Chinese Tariffs Will Never Help Americans – Only Hurt Them

Keith Fitz-Gerald Sep 01, 2017

President Donald Trump is reportedly on the warpath when it comes to Chinese tariffs.

According to Axios and apparently confirmed with sources having knowledge of the meeting, America’s leader reported told his staff, “I want tariffs.”

Fox Business Network anchor Stuart Varney, himself a London School of Economics graduate, sought my take Monday morning.

So stupid and so misguided that “I don’t know where to begin,” I responded.

There is no doubt that the allure of protectionism is strong, but the reality is that it hurts the very people it’s supposed to help. And, badly at that.

The legendary Art Laffer, a Reagan-Era economist who is regarded as the father of supply-side economics, quickly agreed, observing, “Protectionism never works.”

Then he launched in with a thought to drive the point home – and I’m paraphrasing – if protectionism worked, North Korea would be a bastion of capitalism and success.

I couldn’t agree more strongly.

Never mind the politics. Let’s get those off the table right now. I don’t have the luxury of taking sides in my capacity as Chief Investment Strategist.

My job is to help you understand the profit potential inherent in today’s complicated world, no matter how it is created or who makes the moves needed to line up your money and your profits.

History is Very Clear…

Europe tried protectionism in the 18th century and it failed because of the mercantilism upon which it was based. Prices rose and productivity fell as nations enacted punitive trade measures intended to stamp out cross-border transactions in the name of protecting home-grown economic strength.

Workers who were unable to improve their own personal productivity were left destitute.

The continent would try again during the 19th century using the theory that industrialism could supplant mercantilism. That failed too and, insidiously, laid the groundwork for both fascism and Nazism.

Contrary to what political leaders at the time promised, workers were left behind yet again as prices rose and jobs vanished. Protectionism didn’t bring them back, but rather, made their lot in life far worse. Jobs were not “saved” on anything other than a short-term basis and competitiveness declined markedly.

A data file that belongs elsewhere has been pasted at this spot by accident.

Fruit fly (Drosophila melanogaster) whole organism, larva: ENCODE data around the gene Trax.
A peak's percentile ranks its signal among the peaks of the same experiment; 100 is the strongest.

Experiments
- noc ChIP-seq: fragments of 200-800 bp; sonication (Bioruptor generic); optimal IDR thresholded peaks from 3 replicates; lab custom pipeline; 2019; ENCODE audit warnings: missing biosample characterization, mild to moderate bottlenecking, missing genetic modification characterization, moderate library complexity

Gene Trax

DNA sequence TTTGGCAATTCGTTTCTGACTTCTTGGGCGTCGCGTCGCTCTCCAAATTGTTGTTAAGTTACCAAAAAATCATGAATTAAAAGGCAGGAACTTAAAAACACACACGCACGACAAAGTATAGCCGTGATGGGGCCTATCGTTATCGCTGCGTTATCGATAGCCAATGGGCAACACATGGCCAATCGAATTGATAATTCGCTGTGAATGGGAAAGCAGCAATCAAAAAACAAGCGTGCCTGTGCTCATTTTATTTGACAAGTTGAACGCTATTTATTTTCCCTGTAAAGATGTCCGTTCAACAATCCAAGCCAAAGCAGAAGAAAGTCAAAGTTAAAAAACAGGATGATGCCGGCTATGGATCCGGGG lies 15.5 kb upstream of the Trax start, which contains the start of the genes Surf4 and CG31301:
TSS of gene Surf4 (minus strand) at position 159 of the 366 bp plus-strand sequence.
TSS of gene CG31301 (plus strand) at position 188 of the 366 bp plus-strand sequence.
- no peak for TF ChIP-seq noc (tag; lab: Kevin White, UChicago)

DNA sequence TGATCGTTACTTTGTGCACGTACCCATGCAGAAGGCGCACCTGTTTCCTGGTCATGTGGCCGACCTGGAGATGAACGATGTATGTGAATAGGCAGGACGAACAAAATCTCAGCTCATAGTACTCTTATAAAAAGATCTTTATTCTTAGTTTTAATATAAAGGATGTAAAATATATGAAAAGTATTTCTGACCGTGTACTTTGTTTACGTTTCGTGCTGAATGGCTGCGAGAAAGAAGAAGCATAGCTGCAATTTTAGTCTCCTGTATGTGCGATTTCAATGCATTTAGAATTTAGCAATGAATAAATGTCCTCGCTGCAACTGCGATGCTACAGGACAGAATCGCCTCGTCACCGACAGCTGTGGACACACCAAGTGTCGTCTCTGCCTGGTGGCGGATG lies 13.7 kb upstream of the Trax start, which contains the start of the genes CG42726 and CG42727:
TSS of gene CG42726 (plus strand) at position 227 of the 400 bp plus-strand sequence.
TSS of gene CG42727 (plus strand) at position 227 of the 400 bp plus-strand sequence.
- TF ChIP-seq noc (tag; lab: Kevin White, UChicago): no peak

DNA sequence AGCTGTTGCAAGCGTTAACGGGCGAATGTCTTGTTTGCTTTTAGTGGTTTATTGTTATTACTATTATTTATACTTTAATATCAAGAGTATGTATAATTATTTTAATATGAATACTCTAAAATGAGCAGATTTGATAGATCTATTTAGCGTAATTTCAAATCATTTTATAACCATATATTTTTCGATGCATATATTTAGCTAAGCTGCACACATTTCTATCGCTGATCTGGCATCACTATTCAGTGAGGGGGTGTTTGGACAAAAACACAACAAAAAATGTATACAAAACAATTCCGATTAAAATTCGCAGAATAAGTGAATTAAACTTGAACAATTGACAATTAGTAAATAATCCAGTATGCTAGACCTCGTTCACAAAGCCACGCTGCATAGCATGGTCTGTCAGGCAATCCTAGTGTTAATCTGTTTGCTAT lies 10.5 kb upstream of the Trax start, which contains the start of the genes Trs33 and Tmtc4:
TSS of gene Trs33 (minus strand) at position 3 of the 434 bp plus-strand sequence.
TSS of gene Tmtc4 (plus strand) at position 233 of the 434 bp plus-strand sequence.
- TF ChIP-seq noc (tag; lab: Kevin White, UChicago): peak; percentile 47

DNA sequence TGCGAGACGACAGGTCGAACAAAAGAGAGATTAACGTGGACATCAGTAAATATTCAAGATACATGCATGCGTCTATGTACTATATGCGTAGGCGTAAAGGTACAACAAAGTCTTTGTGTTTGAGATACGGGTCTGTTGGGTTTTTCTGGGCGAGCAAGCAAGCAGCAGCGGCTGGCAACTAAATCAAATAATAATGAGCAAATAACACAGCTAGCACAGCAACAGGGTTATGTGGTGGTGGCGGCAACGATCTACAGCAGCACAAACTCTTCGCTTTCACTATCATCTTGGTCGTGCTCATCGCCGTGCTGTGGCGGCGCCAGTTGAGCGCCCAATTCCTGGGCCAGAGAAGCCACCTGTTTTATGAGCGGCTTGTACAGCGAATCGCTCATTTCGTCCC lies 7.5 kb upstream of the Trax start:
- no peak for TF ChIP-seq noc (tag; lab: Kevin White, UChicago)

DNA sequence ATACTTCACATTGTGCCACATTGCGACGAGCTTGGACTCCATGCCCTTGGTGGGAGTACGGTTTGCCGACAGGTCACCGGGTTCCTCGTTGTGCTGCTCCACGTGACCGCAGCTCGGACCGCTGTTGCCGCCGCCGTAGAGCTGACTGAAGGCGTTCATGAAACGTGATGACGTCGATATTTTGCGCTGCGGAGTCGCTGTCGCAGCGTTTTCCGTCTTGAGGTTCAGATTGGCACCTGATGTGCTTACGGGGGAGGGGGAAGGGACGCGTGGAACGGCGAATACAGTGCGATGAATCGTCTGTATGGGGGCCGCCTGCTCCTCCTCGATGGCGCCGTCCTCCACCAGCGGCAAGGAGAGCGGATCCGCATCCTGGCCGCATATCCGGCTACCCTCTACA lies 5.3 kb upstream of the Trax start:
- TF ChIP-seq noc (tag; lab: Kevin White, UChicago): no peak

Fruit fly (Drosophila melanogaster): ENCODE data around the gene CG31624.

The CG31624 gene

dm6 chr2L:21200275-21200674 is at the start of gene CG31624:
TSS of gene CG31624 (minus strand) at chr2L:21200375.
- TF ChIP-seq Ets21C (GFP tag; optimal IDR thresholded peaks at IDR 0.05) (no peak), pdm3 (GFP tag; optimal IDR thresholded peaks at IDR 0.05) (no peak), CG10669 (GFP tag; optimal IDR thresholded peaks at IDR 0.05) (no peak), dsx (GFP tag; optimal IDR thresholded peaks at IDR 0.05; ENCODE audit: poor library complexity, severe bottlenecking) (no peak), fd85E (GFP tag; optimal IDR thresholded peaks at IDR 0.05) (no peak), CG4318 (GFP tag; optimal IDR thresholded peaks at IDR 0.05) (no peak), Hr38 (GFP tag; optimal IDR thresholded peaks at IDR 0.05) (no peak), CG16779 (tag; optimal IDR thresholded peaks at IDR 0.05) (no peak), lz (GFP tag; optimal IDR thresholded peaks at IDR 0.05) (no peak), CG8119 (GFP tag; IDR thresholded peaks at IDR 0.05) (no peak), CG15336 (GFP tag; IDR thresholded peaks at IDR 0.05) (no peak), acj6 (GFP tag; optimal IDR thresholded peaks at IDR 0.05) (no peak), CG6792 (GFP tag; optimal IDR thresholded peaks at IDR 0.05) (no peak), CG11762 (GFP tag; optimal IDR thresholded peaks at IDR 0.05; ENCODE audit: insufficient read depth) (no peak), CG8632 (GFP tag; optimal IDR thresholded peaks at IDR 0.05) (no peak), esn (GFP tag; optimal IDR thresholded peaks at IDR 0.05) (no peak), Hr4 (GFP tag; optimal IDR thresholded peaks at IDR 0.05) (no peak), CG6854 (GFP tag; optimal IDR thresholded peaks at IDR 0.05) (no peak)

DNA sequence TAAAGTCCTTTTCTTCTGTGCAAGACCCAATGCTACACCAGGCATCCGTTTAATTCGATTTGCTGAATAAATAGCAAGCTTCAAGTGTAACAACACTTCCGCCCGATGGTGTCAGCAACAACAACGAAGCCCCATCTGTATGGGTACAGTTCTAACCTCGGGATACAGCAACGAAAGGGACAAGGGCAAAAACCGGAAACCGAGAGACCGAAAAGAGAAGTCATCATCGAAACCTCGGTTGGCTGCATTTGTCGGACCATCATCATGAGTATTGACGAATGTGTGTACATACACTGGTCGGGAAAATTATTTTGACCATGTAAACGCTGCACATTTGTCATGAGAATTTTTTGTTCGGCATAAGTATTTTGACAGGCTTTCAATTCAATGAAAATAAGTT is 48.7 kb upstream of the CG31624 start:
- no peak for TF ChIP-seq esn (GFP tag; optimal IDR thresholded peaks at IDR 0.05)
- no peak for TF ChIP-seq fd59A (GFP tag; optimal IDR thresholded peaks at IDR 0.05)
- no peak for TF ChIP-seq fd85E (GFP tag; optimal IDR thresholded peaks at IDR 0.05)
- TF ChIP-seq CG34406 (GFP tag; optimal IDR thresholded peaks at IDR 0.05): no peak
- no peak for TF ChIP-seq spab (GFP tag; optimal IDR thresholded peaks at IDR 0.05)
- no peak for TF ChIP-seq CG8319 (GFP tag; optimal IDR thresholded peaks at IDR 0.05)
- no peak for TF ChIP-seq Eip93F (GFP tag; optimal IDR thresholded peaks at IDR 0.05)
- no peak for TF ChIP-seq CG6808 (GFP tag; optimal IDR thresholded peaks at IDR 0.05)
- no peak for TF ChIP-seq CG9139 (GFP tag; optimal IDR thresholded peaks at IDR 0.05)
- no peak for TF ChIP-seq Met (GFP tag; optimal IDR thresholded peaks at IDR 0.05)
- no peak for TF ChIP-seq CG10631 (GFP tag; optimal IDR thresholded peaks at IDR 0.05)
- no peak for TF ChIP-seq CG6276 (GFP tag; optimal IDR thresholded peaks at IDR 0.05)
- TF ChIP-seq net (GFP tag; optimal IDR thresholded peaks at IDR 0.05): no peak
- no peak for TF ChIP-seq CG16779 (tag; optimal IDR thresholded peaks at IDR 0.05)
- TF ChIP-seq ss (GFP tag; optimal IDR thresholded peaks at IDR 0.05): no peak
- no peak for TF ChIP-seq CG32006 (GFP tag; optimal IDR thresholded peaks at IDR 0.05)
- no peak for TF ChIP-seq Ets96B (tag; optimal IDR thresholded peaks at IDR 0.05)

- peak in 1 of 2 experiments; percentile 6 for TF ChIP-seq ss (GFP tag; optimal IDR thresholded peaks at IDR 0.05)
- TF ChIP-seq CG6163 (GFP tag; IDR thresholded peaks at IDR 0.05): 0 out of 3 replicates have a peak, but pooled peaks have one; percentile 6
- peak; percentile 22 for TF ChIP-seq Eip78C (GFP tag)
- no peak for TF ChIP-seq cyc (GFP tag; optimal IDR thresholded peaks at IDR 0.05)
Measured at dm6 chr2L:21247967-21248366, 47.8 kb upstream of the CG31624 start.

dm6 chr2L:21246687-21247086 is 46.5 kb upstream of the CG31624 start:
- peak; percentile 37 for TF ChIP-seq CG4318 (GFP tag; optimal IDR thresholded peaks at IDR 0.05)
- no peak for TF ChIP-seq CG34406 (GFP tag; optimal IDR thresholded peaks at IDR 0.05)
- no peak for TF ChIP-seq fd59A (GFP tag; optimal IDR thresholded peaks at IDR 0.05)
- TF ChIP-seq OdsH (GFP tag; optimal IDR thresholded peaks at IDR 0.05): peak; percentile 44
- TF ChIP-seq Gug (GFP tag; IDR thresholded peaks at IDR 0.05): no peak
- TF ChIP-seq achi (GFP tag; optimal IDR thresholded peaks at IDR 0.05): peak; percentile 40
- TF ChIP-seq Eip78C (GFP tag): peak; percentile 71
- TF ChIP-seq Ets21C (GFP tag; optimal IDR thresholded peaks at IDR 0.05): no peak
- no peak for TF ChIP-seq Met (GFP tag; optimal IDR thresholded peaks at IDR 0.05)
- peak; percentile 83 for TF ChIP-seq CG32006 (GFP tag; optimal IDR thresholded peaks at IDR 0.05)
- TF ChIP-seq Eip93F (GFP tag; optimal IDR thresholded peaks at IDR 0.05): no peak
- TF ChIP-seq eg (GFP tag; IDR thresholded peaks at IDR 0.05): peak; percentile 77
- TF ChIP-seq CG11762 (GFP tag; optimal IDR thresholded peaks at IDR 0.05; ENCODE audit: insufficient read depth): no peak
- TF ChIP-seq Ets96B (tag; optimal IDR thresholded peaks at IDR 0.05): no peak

I know this is counter-intuitive but hang in there with me for a moment.

Remember something we talk about frequently: money will constantly flow to where it’s treated best.

Our own history is equally painful.

The McKinley Tariff of 1890 tried to protect American producers by raising the average duty on foreign imports from 38% to 49.5%. Trade simply went elsewhere, causing GDP to fall 2% and unemployment to triple.

The Smoot-Hawley Tariff of 1930 tried to protect American agriculture specifically. Yet, American exports and imports fell by more than 50%. American GDP fell 40% in only three years from 1930 to 1933. Unemployment tripled, again.

More recently there was the Country Origin of Labelling restrictions – “COOL” for short – in 2009. American producers had to spend $2.6 billion to comply with its implementation, which resulted in higher prices and fewer goods. American consumers, meanwhile, spent a staggering $9 billion more on goods and services than they would have had to, had the regulations not existed.

Presidents are not immune to this line of thinking. Like most politicians, they pander to their constituents on the assumption that this will help them get re-elected or simply “buy” votes they’ll need down the line on another matter. It doesn’t matter who or which party we’re talking about.